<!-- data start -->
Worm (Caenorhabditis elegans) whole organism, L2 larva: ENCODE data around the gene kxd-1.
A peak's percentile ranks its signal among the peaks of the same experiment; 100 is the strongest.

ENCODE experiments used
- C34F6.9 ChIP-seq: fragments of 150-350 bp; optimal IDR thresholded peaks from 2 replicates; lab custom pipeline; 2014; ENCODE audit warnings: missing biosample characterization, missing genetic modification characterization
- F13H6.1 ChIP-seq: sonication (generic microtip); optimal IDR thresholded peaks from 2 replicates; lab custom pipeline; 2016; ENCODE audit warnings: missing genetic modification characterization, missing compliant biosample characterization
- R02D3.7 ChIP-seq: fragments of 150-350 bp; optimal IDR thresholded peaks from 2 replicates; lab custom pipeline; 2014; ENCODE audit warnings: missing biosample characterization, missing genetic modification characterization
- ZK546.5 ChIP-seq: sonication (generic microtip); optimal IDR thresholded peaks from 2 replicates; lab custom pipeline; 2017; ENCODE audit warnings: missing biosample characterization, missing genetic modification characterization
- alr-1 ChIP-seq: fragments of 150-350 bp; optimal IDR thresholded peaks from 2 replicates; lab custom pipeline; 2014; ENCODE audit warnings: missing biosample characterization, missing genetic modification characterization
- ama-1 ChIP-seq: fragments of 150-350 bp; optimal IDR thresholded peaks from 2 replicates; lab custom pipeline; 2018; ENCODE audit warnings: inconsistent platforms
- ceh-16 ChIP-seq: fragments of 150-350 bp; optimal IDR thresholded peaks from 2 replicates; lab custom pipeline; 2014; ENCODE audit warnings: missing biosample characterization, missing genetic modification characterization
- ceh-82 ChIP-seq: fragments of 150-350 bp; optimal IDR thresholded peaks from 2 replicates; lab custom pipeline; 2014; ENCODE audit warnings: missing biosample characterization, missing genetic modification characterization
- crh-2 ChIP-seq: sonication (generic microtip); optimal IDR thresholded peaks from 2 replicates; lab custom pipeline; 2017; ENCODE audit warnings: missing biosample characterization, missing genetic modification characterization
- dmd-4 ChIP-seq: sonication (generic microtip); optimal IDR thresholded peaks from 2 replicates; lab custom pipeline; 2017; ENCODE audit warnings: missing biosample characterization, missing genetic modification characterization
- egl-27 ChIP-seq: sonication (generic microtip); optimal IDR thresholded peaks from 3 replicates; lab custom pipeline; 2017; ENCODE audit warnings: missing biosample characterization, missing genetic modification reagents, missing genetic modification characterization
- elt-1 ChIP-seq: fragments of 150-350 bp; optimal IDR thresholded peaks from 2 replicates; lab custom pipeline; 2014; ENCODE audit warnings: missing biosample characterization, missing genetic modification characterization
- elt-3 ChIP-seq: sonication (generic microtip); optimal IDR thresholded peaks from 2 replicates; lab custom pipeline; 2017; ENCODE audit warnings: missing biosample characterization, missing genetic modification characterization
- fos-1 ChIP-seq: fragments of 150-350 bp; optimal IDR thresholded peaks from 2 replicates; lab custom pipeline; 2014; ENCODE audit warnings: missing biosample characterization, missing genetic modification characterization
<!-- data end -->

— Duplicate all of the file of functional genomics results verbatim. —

Worm (Caenorhabditis elegans) whole organism, L2 larva: ENCODE data around the gene kxd-1.
A peak's percentile ranks its signal among the peaks of the same experiment; 100 is the strongest.

ENCODE experiments used
- C34F6.9 ChIP-seq: fragments of 150-350 bp; optimal IDR thresholded peaks from 2 replicates; lab custom pipeline; 2014; ENCODE audit warnings: missing biosample characterization, missing genetic modification characterization
- F13H6.1 ChIP-seq: sonication (generic microtip); optimal IDR thresholded peaks from 2 replicates; lab custom pipeline; 2016; ENCODE audit warnings: missing genetic modification characterization, missing compliant biosample characterization
- R02D3.7 ChIP-seq: fragments of 150-350 bp; optimal IDR thresholded peaks from 2 replicates; lab custom pipeline; 2014; ENCODE audit warnings: missing biosample characterization, missing genetic modification characterization
- ZK546.5 ChIP-seq: sonication (generic microtip); optimal IDR thresholded peaks from 2 replicates; lab custom pipeline; 2017; ENCODE audit warnings: missing biosample characterization, missing genetic modification characterization
- alr-1 ChIP-seq: fragments of 150-350 bp; optimal IDR thresholded peaks from 2 replicates; lab custom pipeline; 2014; ENCODE audit warnings: missing biosample characterization, missing genetic modification characterization
- ama-1 ChIP-seq: fragments of 150-350 bp; optimal IDR thresholded peaks from 2 replicates; lab custom pipeline; 2018; ENCODE audit warnings: inconsistent platforms
- ceh-16 ChIP-seq: fragments of 150-350 bp; optimal IDR thresholded peaks from 2 replicates; lab custom pipeline; 2014; ENCODE audit warnings: missing biosample characterization, missing genetic modification characterization
- ceh-82 ChIP-seq: fragments of 150-350 bp; optimal IDR thresholded peaks from 2 replicates; lab custom pipeline; 2014; ENCODE audit warnings: missing biosample characterization, missing genetic modification characterization
- crh-2 ChIP-seq: sonication (generic microtip); optimal IDR thresholded peaks from 2 replicates; lab custom pipeline; 2017; ENCODE audit warnings: missing biosample characterization, missing genetic modification characterization
- dmd-4 ChIP-seq: sonication (generic microtip); optimal IDR thresholded peaks from 2 replicates; lab custom pipeline; 2017; ENCODE audit warnings: missing biosample characterization, missing genetic modification characterization
- egl-27 ChIP-seq: sonication (generic microtip); optimal IDR thresholded peaks from 3 replicates; lab custom pipeline; 2017; ENCODE audit warnings: missing biosample characterization, missing genetic modification reagents, missing genetic modification characterization
- elt-1 ChIP-seq: fragments of 150-350 bp; optimal IDR thresholded peaks from 2 replicates; lab custom pipeline; 2014; ENCODE audit warnings: missing biosample characterization, missing genetic modification characterization
- elt-3 ChIP-seq: sonication (generic microtip); optimal IDR thresholded peaks from 2 replicates; lab custom pipeline; 2017; ENCODE audit warnings: missing biosample characterization, missing genetic modification characterization
- fos-1 ChIP-seq: fragments of 150-350 bp; optimal IDR thresholded peaks from 2 replicates; lab custom pipeline; 2014; ENCODE audit warnings: missing biosample characterization, missing genetic modification characterization